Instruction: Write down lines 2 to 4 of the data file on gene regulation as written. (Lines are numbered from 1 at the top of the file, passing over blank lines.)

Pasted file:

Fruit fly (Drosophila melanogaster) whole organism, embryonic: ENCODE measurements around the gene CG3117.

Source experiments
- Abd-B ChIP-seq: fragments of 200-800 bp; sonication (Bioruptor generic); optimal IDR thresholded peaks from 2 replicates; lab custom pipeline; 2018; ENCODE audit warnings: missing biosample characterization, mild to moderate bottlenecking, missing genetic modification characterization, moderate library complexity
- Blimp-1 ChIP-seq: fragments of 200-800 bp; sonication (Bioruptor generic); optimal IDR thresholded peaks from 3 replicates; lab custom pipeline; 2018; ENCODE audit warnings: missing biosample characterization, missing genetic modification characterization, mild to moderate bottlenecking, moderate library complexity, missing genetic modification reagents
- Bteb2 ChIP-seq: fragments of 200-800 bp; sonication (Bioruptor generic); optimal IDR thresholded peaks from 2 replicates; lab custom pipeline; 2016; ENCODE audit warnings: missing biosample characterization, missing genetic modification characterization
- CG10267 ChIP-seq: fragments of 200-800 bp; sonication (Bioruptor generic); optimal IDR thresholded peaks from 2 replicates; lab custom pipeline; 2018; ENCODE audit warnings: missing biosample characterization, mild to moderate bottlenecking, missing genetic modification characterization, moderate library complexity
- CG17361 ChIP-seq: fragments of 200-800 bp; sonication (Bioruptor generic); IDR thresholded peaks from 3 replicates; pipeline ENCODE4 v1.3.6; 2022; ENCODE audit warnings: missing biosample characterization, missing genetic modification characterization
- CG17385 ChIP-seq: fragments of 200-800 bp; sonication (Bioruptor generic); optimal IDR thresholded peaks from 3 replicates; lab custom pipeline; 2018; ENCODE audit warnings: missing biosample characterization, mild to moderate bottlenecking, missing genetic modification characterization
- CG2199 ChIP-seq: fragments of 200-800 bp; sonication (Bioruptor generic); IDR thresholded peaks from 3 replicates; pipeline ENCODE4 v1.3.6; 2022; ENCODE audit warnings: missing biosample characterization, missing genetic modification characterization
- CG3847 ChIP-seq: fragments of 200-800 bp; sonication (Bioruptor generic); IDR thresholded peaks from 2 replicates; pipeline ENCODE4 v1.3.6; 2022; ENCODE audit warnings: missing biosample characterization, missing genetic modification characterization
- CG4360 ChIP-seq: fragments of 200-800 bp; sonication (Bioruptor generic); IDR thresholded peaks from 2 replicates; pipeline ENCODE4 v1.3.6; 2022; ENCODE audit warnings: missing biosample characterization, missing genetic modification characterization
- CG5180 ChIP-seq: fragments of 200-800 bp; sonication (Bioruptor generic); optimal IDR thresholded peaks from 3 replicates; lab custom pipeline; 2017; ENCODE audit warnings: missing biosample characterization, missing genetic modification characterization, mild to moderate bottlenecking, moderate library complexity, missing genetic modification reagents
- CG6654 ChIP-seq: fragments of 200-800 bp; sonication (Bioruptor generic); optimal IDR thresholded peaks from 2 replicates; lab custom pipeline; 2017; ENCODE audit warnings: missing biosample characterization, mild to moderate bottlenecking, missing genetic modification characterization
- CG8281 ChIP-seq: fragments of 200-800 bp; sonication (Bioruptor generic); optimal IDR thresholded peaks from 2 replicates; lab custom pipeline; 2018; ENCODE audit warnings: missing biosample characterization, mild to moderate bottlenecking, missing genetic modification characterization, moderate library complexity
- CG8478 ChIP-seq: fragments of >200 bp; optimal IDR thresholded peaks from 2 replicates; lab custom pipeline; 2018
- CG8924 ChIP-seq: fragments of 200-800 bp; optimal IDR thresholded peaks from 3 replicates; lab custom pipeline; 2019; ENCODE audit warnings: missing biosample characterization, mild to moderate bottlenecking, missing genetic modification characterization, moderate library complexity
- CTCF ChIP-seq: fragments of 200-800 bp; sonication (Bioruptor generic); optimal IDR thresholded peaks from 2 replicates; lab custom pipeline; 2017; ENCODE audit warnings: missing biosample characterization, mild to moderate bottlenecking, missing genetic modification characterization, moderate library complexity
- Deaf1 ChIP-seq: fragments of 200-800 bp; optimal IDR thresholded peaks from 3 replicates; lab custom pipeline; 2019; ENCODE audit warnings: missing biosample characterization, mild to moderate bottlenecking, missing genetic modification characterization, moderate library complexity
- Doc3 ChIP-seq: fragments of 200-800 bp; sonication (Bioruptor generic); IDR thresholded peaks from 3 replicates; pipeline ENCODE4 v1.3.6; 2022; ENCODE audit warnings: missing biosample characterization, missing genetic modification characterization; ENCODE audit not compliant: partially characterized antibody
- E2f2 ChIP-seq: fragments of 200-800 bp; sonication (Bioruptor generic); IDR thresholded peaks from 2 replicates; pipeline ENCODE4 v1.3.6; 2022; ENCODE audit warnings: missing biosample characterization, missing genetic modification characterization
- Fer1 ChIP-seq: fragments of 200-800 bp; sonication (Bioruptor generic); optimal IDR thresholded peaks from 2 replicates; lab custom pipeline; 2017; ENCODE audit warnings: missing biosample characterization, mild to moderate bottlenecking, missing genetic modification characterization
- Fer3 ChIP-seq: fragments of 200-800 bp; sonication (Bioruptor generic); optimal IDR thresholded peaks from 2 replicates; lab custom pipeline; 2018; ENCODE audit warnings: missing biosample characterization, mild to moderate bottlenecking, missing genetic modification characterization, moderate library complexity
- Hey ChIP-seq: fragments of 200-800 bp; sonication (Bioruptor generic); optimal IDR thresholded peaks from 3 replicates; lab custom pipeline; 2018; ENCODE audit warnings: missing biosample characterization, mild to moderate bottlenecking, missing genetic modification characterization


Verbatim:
Source experiments
- Abd-B ChIP-seq: fragments of 200-800 bp; sonication (Bioruptor generic); optimal IDR thresholded peaks from 2 replicates; lab custom pipeline; 2018; ENCODE audit warnings: missing biosample characterization, mild to moderate bottlenecking, missing genetic modification characterization, moderate library complexity
- Blimp-1 ChIP-seq: fragments of 200-800 bp; sonication (Bioruptor generic); optimal IDR thresholded peaks from 3 replicates; lab custom pipeline; 2018; ENCODE audit warnings: missing biosample characterization, missing genetic modification characterization, mild to moderate bottlenecking, moderate library complexity, missing genetic modification reagents